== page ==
Colony Collapse Disorder: From Bees to not so many Bees
There is almost nothing as baffling as a sudden and unexplained disappearance by an individual…unless it is such a disappearance by hundreds of individuals simultaneously. Colony Collapse Disorder is an example of such a phenomenon; although, the hundreds of individuals that instantaneously vanish in this scenario are not human beings…they are honey bees. There are a number of environmental theories which attempt to address the cause of this relatively recent occurrence. Yet, as this “disorder” continues to crop up more and more frequently, scientists and environmentalists are still without a definitive reason (and more importantly a solution) for Colony Collapse Disorder.
Colony Collapse Disorder (hereinafter referred to as CCD) is the unexplained and sudden disappearance of a bee hive’s worker bees. This baffling phenomenon has been a recurring yet infrequent issue in beekeeping since its inception. Literature from the 1880s, 1920s, and 1960s, report episodes of what was then coined “disappearing disease.” However, a drastic rise in the number of these incidents within Western honey bee colonies in North America in 2006 generated renewed interest, and newfound urgency, into resolving the CCD issue.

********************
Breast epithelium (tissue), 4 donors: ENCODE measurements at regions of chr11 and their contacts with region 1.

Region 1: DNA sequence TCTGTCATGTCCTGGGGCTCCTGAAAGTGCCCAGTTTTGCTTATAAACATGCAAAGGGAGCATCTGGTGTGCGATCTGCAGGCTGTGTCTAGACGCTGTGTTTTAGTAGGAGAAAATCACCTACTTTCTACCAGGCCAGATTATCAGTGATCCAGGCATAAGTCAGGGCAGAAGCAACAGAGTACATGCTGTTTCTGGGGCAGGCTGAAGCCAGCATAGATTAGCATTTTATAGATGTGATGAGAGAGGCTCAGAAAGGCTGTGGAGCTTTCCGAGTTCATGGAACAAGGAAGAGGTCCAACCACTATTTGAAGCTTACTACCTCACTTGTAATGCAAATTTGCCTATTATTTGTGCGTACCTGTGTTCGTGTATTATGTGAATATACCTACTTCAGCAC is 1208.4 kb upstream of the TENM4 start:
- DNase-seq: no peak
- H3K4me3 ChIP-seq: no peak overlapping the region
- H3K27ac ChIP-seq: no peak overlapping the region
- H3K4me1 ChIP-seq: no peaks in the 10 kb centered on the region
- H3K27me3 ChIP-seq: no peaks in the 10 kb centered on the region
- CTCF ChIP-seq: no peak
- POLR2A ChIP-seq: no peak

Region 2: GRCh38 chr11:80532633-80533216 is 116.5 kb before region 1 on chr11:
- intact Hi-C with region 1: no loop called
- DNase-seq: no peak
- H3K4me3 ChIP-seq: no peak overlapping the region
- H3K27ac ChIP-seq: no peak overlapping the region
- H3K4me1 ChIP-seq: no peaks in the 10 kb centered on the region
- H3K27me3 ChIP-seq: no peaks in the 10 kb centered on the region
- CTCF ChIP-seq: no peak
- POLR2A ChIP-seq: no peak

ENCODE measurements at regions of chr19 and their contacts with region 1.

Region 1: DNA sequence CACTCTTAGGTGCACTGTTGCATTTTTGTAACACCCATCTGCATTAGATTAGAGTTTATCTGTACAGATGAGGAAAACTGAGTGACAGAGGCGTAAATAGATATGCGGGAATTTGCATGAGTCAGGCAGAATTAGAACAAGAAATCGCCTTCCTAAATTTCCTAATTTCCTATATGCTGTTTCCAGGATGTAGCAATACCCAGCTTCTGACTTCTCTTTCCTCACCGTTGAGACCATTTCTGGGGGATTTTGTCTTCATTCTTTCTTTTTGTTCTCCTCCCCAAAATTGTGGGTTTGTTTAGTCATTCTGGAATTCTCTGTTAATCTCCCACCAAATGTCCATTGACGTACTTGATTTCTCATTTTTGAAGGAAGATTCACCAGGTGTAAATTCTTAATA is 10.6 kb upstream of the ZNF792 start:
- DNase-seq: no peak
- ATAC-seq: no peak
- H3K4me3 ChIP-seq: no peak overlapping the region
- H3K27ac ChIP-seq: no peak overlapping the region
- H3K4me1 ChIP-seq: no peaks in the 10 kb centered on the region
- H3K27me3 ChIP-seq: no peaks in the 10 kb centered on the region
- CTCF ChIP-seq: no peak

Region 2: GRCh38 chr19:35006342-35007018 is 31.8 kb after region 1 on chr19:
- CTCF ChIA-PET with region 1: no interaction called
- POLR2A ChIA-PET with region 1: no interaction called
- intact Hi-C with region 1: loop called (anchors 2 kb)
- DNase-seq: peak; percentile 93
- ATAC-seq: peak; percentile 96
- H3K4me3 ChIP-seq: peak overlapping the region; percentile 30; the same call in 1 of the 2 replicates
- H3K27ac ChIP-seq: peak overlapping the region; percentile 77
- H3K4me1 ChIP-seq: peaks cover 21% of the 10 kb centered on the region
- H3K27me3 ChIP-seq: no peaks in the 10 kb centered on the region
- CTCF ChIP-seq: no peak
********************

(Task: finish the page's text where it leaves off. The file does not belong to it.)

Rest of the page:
In addition to the recent alarming increase in these mystifying disappearances domestically, European beekeepers have observed similar increases in episodes of the phenomena across the Atlantic. Belgium, France, Italy, Spain, the Netherlands, Greece, and Portugal have all seen marked increases in episodes of CCD. Additionally, Switzerland and Germany, two countries that had been traditionally devoid of any occurrences, have begun reporting initial incidents. Intriguingly, one country has been witness to a counter-trend: Northern Ireland has reported a 50% decrease in CCD as the rest of Western culture endures a burgeoning of incidents. The reason behind the anomaly in Northern Ireland is a mystery as well. With the vast majority of the countries enduring a rise in CCD being important agricultural providers, this alarming increase could be a harbinger of significant problems on the horizon.